Forty years in the making: Turkey still intent on building the country’s first nuclear reactor on this serene spot on the Mediterranean Coast. Cyprus says the zone falls right on a fault line.
Despite the insanity and the imminent meltdown of Japan’s nuclear facilities now going from bad to worse, countries in the Middle East are announcing their clear intentions to stick with nuclear programs. Earlier this week Israel announced it would continue planning for a nuclear reactor in the Negev Desert, Australia offered uranium to the United Arab Emirates, and now Turkey, the People’s Daily of China reports, is going ahead with the construction of its first nuclear reactor, Turkish Prime Minister Recep Tayyip Erdogan said Tuesday. In fact for Turkey, the sooner, the better he urged. “We want to finish them as soon as possible,” Erdogan told a press conference before he left for Russia for a visit this week. Russia is a partner in the new plant being constructed in Akkuyu, expected to cost about $20 billion USD.
According to the report, Turkey signed a deal worth $20 billion with Russia last May to build its first nuclear power plant in Akkuyu on Turkey’s pristine Mediterranean coast. The licensing process of the plant has already begun. Turkey is also holding talks with Japan on a second nuclear power plant in Sinop on the Black Sea coast. The Akkuyu site is to be built, owned and operated by Russia, and it will run four 1200 MWe VVER units.
Erdogen’s response to the risks posed by environmentalists: He said there was no investment without risk, noting that if people wanted a no-risk environment, they should “not build crude oil lines in their country and not use gas in their kitchens.”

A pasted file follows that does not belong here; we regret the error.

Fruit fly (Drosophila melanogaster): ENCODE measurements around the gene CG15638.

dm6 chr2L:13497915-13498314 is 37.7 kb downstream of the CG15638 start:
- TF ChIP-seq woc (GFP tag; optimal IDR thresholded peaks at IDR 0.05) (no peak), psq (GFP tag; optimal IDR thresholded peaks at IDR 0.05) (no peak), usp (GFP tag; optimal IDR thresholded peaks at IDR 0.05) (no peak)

World Nuclear News says: “The agreement also provides for Russia and Turkey to cooperate in other areas of the nuclear fuel cycle including the treatment of used nuclear fuel and radioactive waste, decommissioning and the possible construction of a Turkish nuclear fuel fabrication plant. However, such cooperation would be carried out under separate terms.”
It is reported that South Korea is involved in a bid to build four nuclear reactors on Turkey’s Black Sea coast at Sinop.
Cyprus Against Turkey’s Nuclear Ambitions
Meanwhile Cyprus is not too happy about Turkey’s nuclear ambitions. Cyprus Mail says: “Akkuyu is close to the active Ecemis fault line and as such the whole area is vulnerable to earthquakes.”
“Radiation may be transferred via air or sea and in the case of leakage, it would certainly reach and contaminate the island,” the country’s environment minister warned. “Radiation exposure has long-lasting effects on people’s health and may result to death or chronic illnesses of those exposed and their children.”
Isn’t this a clear sign that we should be investing billions in solar and wind, and not technology of the past?
Read more on nuclear energy in the Arab world:
Australia Offers Uranium Sales to the UAE
Israel Seeks To Build Nuclear Plants With Arab Neighbors
Nuclear Powered Water for the UAE?